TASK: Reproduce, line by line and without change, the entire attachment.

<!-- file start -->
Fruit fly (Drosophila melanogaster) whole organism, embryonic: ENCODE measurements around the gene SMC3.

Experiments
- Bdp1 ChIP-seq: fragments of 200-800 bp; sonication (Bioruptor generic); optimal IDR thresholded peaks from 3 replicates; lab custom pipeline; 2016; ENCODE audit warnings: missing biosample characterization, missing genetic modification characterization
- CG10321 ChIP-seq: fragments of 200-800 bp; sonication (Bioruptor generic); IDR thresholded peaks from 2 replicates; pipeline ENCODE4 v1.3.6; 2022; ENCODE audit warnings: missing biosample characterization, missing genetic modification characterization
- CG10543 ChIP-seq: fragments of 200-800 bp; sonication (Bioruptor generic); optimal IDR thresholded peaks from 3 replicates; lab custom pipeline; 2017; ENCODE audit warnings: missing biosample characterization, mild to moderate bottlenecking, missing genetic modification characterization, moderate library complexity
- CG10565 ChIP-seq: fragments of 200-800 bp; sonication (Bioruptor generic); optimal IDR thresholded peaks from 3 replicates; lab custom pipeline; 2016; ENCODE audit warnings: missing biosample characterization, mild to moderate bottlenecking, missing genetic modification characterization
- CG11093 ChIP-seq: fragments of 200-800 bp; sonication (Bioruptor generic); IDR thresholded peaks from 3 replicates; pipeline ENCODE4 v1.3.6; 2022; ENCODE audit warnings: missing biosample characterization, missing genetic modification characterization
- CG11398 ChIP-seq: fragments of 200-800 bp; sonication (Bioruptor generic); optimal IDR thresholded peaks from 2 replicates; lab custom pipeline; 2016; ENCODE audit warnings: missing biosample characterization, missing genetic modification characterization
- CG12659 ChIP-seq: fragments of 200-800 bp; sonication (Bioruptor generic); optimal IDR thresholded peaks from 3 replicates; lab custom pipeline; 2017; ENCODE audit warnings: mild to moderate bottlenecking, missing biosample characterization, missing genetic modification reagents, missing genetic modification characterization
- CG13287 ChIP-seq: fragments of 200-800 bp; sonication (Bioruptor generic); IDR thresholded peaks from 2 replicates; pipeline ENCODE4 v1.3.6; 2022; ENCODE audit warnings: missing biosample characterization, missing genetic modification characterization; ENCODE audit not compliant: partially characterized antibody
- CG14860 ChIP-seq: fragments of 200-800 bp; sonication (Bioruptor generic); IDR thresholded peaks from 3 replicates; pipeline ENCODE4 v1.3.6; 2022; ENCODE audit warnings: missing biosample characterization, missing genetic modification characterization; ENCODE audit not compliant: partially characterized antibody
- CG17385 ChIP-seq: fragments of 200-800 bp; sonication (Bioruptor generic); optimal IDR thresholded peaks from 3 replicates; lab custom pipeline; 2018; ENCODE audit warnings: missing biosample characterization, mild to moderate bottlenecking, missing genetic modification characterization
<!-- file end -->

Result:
Fruit fly (Drosophila melanogaster) whole organism, embryonic: ENCODE measurements around the gene SMC3.

Experiments
- Bdp1 ChIP-seq: fragments of 200-800 bp; sonication (Bioruptor generic); optimal IDR thresholded peaks from 3 replicates; lab custom pipeline; 2016; ENCODE audit warnings: missing biosample characterization, missing genetic modification characterization
- CG10321 ChIP-seq: fragments of 200-800 bp; sonication (Bioruptor generic); IDR thresholded peaks from 2 replicates; pipeline ENCODE4 v1.3.6; 2022; ENCODE audit warnings: missing biosample characterization, missing genetic modification characterization
- CG10543 ChIP-seq: fragments of 200-800 bp; sonication (Bioruptor generic); optimal IDR thresholded peaks from 3 replicates; lab custom pipeline; 2017; ENCODE audit warnings: missing biosample characterization, mild to moderate bottlenecking, missing genetic modification characterization, moderate library complexity
- CG10565 ChIP-seq: fragments of 200-800 bp; sonication (Bioruptor generic); optimal IDR thresholded peaks from 3 replicates; lab custom pipeline; 2016; ENCODE audit warnings: missing biosample characterization, mild to moderate bottlenecking, missing genetic modification characterization
- CG11093 ChIP-seq: fragments of 200-800 bp; sonication (Bioruptor generic); IDR thresholded peaks from 3 replicates; pipeline ENCODE4 v1.3.6; 2022; ENCODE audit warnings: missing biosample characterization, missing genetic modification characterization
- CG11398 ChIP-seq: fragments of 200-800 bp; sonication (Bioruptor generic); optimal IDR thresholded peaks from 2 replicates; lab custom pipeline; 2016; ENCODE audit warnings: missing biosample characterization, missing genetic modification characterization
- CG12659 ChIP-seq: fragments of 200-800 bp; sonication (Bioruptor generic); optimal IDR thresholded peaks from 3 replicates; lab custom pipeline; 2017; ENCODE audit warnings: mild to moderate bottlenecking, missing biosample characterization, missing genetic modification reagents, missing genetic modification characterization
- CG13287 ChIP-seq: fragments of 200-800 bp; sonication (Bioruptor generic); IDR thresholded peaks from 2 replicates; pipeline ENCODE4 v1.3.6; 2022; ENCODE audit warnings: missing biosample characterization, missing genetic modification characterization; ENCODE audit not compliant: partially characterized antibody
- CG14860 ChIP-seq: fragments of 200-800 bp; sonication (Bioruptor generic); IDR thresholded peaks from 3 replicates; pipeline ENCODE4 v1.3.6; 2022; ENCODE audit warnings: missing biosample characterization, missing genetic modification characterization; ENCODE audit not compliant: partially characterized antibody
- CG17385 ChIP-seq: fragments of 200-800 bp; sonication (Bioruptor generic); optimal IDR thresholded peaks from 3 replicates; lab custom pipeline; 2018; ENCODE audit warnings: missing biosample characterization, mild to moderate bottlenecking, missing genetic modification characterization